Of what value is faith (in a poet’s religion)..? Deepanshu Mohan is Assistant Professor of Economics and Executive Director, Centre for New Economics Studies at Jindal School of International Affairs, OP Jindal Global University. He is a Visiting Professor to the Department of Economics at Carleton University “The World is too much with us; late and soon, Getting and spending, we lay waste out powers. Little we see in Nature that is ours.” William Wordsworth1 Cross-quoted from an essay (The Poet’s Religion by Rabindranath Tagore), Wordsworth’s lyrical note above, illuminates how the world seems to have grown too familiar upon human beings. Quite often, the value we derive from our work or day-to-day actions remain bounded by some logical quest for materialistic ends while staying more acquisitionist to collect things to make our physical standard of existence more satisfied. For us, as human beings, the process of over-familiarity with the world, culminates often into an act of materially satisfying sets of insatiable desires and preferences, blinding us from seeing the world’s own aspect of ‘creative unity’ - a concept which poets like Rabindranath Tagore, William Wordsworth, Shelley so often wrote and spoke about. As insatiable, acquisitionist beings, most humans (in the poet’s religion) in a goal-oriented society continue ascending on a desire-seeking path imagined as a straight line to acquire one desire after the other (as a chain of sorts). Thus, the mere satisfaction of one desire to another emerges as the ‘goal’ of life in a finite way. At the same time, the experiential process of faith (for Tagore, Wordsworth) aims to transcend from a finite goal towards the realization of other dimensions that enhance the experience of our life (as the way it is), and which, can hardly be seen as a ‘goal’ in itself, but more as a way of being. As Tagore argues (on Creative Unity) “All our knowledge of things is knowing them in their relation to the Universe, in that relation which is truth”. The world’s creative unity emerges as the ultimate truth-lying not in the masses of substance, not in the number of things, but in their ‘relatedness’. Quite succinctly, a poet’s religion acknowledges: “Creation as the perpetual harmony between the infinite deal of perfection and the eternal continuity of its realization; that so long as there is no absolute separation between the positive ideal and the material obstacle to its attainment, we need not be afraid of suffering and loss.” It would be no surprise how the ones, habituated in their thought to a rigid belief system or framework of sectarian creeds, will find such notion of faith as religion too indefinite or elastic. At a time, when our notion and imagination of faith remains marred by some form of impermeable belief layer that is shaped by political colours or as some form of a dogmatic pursuit, it may be pertinent to (re)examine the essence of faith and its value, argued from a poet’s lens by Tagore. Artists like Tagore, Wordsworth, Shelley saw the value of faith lying in the pursuit of this ‘ultimate truth’ of creative unity. A constant practice in the pursuit of logical thought and its application in our day-to-day existence dissolves our natural instinct of faith. In the poet’s religion, faith is the “spectator in us which finds the meaning of the drama from the unity of the performance”. However, logic in its rational form lures us into some kind of a greenroom where there is stage craft but no drama at all. Faith and its value lies therefore, in facilitating a quest (or drama) for the finite to pursue the infinite ie. something that lies beyond the physical dimension of logical interpretation. The finite denotes the physical, materialistic dimensions (acquired for the necessity of human survival) while the search for the infinite helps a human being realize the limitations of the finite (physical) and utilize the physical means to transcend space and time, as part of a spiritual process. A life led in the maximization of this experiential ‘goal’ (ie. of seeking the infinite) is what that remains lacking in the understanding and practice of faith. Poetry and the arts, cherish in them the profound faith of (wo)man in the unity of her/his being with all existence, the final truth of which is the truth of personality. Tagore, Shelley, Wordsworth et al. not only saw this ‘final truth’ of faith in the creative unity of one with the universe as a religion of its own but also one that is directly apprehended and doesn’t qualify as a system of metaphysics for analysis and argumentation sake. There is much to be learnt from a deeper, conscious reading of poets (and other artists) who viewed faith and its value in a transcendentalist perspective. It is thus this idea and notion of faith (the finite seeking to pursue the infinite), that may allow us as humans to take our life in realizing a deeper, more substantive meaning for her/his existence. Faith, in the infinite process of creative unity will emancipate us from a higher degree of materialism or desire-seeking actions. What we can infer here from Tagore’s own reflection on a poet’s religion is how the value of faith operates sans doctrines or a rules-based belief system and is attached with a sense of knowing and seeking for a creative unity. Whereas, in dogmatic religious systems (one imposed with rigid beliefs), all questions, are definitely answered and all doubts are laid to rest under a moral compass. The poet’s religion must, on the other end, ought to remain fluid, elastic and ever accommodating. Endnotes 1. Cross-quoted from The Poet’s Religion in Rabindranath Tagore: Selected Essays (page 5)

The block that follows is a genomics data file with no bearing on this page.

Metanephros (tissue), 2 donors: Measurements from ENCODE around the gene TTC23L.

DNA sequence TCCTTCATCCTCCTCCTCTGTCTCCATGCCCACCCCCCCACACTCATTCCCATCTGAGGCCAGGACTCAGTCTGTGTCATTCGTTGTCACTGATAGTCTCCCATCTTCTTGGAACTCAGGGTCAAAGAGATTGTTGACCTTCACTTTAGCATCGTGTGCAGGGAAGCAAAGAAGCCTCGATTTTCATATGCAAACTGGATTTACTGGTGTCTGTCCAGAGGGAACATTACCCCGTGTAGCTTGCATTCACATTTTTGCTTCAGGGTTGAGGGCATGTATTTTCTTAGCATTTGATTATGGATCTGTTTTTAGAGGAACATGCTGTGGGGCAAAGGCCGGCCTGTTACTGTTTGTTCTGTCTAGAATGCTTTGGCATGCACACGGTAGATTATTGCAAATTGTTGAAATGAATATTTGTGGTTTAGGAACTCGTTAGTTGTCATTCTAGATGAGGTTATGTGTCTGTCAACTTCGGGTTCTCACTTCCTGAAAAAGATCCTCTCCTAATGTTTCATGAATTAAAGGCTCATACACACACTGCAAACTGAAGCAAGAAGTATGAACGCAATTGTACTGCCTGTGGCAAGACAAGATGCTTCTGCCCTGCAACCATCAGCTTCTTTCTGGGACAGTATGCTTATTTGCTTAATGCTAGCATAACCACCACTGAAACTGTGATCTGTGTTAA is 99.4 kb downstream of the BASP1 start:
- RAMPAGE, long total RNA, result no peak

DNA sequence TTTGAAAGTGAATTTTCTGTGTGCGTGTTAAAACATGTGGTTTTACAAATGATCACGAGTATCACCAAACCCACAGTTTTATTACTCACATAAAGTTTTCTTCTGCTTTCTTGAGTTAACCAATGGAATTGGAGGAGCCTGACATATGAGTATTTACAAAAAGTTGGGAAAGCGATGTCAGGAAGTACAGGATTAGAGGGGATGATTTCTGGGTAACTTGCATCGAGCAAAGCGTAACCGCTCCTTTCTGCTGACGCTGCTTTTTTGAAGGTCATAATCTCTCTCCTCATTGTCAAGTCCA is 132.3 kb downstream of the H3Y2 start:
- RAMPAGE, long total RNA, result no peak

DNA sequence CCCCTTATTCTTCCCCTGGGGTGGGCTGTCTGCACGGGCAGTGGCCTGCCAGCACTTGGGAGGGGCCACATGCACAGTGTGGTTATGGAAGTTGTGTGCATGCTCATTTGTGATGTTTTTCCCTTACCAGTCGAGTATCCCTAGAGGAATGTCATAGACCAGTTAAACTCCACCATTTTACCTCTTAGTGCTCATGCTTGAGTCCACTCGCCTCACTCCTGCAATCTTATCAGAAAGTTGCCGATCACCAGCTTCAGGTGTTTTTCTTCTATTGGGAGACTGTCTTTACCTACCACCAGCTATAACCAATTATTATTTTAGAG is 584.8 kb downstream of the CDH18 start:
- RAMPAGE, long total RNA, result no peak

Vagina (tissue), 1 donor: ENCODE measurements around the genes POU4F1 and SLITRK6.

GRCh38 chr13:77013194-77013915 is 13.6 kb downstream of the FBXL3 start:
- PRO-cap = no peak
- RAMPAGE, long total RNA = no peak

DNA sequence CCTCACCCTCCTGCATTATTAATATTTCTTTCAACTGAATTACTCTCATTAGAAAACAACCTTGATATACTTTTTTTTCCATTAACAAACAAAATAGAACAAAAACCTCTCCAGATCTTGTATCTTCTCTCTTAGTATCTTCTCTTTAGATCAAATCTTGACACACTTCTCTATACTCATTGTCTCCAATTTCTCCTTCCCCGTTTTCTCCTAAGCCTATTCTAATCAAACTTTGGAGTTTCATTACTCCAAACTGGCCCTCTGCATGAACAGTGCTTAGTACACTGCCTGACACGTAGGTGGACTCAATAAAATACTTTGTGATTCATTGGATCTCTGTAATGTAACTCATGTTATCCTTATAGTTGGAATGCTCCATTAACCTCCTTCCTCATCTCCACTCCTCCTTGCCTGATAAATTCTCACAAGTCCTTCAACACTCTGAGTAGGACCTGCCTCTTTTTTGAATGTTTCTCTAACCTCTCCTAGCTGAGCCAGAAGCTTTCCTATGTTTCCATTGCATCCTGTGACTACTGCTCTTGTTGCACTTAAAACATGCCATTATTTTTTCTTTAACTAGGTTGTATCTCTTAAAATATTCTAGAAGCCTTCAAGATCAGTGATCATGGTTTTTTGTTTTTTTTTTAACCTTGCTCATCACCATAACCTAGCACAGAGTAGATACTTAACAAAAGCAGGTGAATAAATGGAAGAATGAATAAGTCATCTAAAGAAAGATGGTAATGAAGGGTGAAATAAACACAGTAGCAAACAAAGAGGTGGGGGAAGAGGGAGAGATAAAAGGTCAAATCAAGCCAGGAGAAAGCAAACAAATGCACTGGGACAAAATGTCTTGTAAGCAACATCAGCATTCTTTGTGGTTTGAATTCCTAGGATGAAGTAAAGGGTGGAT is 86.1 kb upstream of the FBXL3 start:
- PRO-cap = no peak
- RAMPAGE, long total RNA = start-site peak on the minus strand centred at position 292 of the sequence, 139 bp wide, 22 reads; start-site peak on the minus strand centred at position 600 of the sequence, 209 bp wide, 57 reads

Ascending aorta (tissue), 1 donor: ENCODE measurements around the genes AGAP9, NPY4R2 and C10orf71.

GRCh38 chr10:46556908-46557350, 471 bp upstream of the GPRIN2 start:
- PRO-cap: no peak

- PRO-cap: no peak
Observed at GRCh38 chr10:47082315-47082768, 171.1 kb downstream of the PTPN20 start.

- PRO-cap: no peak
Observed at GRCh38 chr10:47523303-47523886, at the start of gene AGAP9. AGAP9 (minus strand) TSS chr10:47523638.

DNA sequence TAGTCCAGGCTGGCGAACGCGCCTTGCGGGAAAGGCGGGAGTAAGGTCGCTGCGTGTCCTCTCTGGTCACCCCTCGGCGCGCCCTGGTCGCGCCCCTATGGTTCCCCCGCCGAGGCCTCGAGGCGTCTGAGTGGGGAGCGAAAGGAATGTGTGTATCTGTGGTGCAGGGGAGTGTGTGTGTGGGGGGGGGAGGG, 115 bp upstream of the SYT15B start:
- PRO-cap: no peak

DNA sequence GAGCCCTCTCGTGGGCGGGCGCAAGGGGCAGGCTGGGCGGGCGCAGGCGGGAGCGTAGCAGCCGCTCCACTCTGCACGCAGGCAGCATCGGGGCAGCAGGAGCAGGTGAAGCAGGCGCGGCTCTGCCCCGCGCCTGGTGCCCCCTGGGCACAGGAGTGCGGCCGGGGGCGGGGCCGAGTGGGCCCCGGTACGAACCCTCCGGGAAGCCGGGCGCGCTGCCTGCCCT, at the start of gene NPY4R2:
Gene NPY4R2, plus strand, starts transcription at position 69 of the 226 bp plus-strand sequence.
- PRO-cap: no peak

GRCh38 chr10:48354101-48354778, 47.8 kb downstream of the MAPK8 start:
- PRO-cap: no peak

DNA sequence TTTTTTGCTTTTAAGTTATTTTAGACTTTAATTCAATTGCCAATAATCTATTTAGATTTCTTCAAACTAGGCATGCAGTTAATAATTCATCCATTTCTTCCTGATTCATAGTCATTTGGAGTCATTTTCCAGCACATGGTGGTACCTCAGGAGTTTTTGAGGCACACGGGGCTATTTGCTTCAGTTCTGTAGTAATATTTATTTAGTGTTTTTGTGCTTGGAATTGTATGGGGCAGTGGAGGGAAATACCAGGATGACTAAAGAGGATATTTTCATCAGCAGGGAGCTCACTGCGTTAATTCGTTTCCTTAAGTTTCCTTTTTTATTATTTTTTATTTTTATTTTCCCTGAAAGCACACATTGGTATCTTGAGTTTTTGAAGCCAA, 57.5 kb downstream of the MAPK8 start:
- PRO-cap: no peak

Faith, in the infinite process of creative unity, will emancipate us from a higher degree of materialism or desire-seeking actions